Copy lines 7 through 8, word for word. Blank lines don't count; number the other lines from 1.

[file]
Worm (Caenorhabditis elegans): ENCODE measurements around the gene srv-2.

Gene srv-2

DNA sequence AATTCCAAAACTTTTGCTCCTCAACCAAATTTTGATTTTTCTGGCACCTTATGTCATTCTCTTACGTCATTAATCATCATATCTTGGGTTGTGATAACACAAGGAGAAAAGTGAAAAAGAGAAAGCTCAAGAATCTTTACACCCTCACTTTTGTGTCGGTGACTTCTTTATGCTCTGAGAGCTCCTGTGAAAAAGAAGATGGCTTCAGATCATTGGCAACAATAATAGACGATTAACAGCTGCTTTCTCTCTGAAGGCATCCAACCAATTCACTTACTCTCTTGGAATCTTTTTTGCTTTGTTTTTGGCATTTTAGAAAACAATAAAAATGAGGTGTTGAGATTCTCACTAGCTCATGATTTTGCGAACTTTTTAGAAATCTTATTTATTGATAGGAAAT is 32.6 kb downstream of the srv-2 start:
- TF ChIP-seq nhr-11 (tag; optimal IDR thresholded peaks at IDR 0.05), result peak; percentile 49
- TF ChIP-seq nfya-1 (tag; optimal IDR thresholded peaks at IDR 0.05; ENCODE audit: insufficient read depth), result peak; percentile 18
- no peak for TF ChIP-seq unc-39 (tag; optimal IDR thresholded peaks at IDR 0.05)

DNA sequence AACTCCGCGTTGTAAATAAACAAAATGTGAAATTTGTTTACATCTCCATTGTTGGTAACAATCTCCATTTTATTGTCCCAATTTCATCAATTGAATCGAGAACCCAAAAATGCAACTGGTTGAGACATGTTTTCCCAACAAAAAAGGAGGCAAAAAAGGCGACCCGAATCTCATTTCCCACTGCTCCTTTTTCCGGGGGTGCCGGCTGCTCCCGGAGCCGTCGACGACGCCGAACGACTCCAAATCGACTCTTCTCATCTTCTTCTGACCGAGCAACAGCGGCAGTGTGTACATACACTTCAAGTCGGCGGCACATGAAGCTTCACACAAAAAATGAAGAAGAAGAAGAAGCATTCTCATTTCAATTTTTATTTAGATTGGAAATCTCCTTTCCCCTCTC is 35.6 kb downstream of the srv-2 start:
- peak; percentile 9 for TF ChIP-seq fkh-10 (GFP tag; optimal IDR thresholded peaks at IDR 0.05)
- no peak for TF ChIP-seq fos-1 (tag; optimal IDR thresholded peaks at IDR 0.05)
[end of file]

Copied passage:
DNA sequence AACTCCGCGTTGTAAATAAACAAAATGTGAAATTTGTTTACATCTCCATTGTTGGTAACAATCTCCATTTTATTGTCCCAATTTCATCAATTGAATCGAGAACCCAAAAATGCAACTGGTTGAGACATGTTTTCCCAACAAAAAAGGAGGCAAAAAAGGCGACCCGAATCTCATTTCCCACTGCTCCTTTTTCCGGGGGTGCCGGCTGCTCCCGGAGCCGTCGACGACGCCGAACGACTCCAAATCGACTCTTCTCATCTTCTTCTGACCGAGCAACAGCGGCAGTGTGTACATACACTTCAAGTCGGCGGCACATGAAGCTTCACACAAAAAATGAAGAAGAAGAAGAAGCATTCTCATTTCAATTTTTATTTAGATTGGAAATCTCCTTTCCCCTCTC is 35.6 kb downstream of the srv-2 start:
- peak; percentile 9 for TF ChIP-seq fkh-10 (GFP tag; optimal IDR thresholded peaks at IDR 0.05)